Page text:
Five years ago, less than 5% of Brazil's soybean exports were shipped from ports in the soybean expansion areas of the country. Today that proportion has reached 16%, according to one big commodity shipper. That comes to 1.5 million metric tons (mt) annually, compared to only about 200,000 mt in 1994.

That makes Brazil's port privatization program - especially for small and growing ports in central, western, northern and northeastern Brazil - of interest to big grain handlers and shippers. Take the Port of Santarem on the TapajOs River, near its confluence with the Amazon in the northern state of Para. This port handles an average of 43 ships per month - far fewer than the big Brazilian ports of Santos or Paranagua. Today, the Port of Santarem handles mostly wood. But it could provide another key to cutting transportation costs for expansion-area soybean growers.

The man behind the soybean waterway on the Rio Madeira to the Amazon says that building a terminal at the Port of Santarem would be an "ideal" way to get soybeans out of Brazil's north. He's Blairo Maggi, the world's biggest soybean producer and now a state senator from the state of Mato Grosso.

Under Brazil's port privatization program, that opportunity came up last year when four port lots were offered for lease. Thirteen companies, including one in which Maggi is a partner, started in the hunt for multiple-year leases at the port. Bureaucratic and environmental issues pared that list to four serious candidates by August, says a port official. When the day came to present bids, in November, only one company showed up, says Raimundo Lima, a port spokesman. That company is Cargill Agricola, SA, the Brazilian subsidiary of Cargill, Inc.

Lima says that, while all the details aren't available, Cargill plans to construct its own soybean terminal at the port. "Construction has already started, and it could be ready in less than two years," he adds.

Proof of the value of privatization and improvements to the port lies in the fact that one company has already shipped some expansion-area soybeans using the TapajOs - even without port facilities.

Last May, a convoy of 75 trucks loaded with soybeans from northern Mato Grosso made the 750-mile journey to the town of Itaituba, on the banks of the TapajOs. Only the first 210 miles of the roadway, BR-163, are paved. The journey took three days - only seven hours to travel the paved portion - but the convoy did arrive. Barges were waiting to take its 2,000 mt of soybeans to the Amazon River, and, from there, to Europe.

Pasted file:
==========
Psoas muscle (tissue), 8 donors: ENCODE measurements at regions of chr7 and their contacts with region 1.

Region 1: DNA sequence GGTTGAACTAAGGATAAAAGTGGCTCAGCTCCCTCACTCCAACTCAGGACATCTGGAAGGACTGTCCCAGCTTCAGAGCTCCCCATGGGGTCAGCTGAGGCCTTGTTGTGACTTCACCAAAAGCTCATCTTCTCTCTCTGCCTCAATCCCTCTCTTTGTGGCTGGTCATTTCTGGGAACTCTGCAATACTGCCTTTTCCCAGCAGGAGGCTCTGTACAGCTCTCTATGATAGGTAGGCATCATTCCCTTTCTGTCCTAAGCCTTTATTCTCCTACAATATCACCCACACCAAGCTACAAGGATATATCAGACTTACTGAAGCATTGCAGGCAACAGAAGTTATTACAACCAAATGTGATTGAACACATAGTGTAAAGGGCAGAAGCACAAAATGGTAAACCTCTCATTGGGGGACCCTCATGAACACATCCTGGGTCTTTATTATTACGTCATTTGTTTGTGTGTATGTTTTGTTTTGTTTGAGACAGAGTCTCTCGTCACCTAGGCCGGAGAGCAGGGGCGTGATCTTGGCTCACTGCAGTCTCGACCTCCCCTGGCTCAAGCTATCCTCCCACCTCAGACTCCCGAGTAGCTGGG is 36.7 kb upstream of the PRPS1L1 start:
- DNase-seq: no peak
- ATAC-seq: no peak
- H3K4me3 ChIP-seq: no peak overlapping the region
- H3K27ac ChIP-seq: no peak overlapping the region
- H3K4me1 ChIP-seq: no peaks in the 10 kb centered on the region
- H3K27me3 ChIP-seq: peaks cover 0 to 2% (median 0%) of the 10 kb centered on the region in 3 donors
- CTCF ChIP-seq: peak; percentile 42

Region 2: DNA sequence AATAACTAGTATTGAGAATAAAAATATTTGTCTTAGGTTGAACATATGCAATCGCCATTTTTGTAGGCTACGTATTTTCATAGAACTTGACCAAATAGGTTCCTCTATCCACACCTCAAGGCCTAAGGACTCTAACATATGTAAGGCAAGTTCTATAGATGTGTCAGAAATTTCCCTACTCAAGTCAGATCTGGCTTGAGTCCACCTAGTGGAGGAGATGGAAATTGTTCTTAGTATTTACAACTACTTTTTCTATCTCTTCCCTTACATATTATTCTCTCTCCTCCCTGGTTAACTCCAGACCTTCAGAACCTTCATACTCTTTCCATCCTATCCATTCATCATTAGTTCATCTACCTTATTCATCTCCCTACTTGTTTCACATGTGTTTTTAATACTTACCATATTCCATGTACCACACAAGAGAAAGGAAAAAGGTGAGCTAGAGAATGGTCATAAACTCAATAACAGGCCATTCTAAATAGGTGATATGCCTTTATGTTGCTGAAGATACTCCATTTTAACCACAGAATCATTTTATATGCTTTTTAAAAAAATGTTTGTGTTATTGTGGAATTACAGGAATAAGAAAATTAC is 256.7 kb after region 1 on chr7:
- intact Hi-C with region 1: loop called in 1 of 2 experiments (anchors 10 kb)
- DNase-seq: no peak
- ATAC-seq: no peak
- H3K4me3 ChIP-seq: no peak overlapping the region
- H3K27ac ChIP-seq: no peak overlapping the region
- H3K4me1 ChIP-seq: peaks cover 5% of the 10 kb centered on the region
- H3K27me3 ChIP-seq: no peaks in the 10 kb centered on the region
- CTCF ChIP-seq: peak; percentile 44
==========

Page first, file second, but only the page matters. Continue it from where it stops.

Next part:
Shipping soybeans from the TapajOs River, says the mayor of one city on its banks, will save farmers 50 cents/bu on transportation costs. Privatized port facilities on the TapajOs could make a big difference.

With an estimated 12 million acres available for agriculture in the region, port official Lima says port upgrades will "absolutely bring more soybeans and jobs to the area."

Investing In Brazil, Postscript

In 1995, foreign direct investment in Brazil - in everything from concessions at ports like Santarem to telecommunications and foods - accounted for only 10% of the country's gross domestic product (GDP). It's picked up quite a bit since: Some $71 billion of foreign money has been invested here in the years since. That means foreign investment here could account for up to 20% of GDP for 1999, twice as much as five years ago.

Combining foreign investment with Brazil's own investments in new plants and equipment reveals that infrastructure is a key target of growth. A recently released study reports that, of nearly $98 billion invested in Brazil last year, nearly half - $46 billion - went to the energy, telecommunications and transport sectors. More specific numbers revealing investment in infrastructure projects of specific benefit to soybean exports are hard to come by, but "transport sector" investments such as roads, ports, railways and waterways clearly help reduce the cost of getting soybeans out and inputs in.